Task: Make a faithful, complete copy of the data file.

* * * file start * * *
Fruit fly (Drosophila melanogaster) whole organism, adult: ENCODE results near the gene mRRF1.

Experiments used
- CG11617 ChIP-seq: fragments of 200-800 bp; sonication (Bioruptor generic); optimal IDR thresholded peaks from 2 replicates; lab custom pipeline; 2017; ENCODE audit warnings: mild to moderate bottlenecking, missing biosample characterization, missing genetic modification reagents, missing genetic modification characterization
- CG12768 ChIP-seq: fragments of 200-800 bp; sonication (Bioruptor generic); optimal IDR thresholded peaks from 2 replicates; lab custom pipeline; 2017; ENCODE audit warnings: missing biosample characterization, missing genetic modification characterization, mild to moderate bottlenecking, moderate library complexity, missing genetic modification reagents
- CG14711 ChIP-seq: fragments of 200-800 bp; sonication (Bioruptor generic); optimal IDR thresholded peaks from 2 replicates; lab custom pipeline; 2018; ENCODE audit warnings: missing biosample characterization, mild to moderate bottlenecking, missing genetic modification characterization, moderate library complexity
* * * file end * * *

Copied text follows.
Fruit fly (Drosophila melanogaster) whole organism, adult: ENCODE results near the gene mRRF1.

Experiments used
- CG11617 ChIP-seq: fragments of 200-800 bp; sonication (Bioruptor generic); optimal IDR thresholded peaks from 2 replicates; lab custom pipeline; 2017; ENCODE audit warnings: mild to moderate bottlenecking, missing biosample characterization, missing genetic modification reagents, missing genetic modification characterization
- CG12768 ChIP-seq: fragments of 200-800 bp; sonication (Bioruptor generic); optimal IDR thresholded peaks from 2 replicates; lab custom pipeline; 2017; ENCODE audit warnings: missing biosample characterization, missing genetic modification characterization, mild to moderate bottlenecking, moderate library complexity, missing genetic modification reagents
- CG14711 ChIP-seq: fragments of 200-800 bp; sonication (Bioruptor generic); optimal IDR thresholded peaks from 2 replicates; lab custom pipeline; 2018; ENCODE audit warnings: missing biosample characterization, mild to moderate bottlenecking, missing genetic modification characterization, moderate library complexity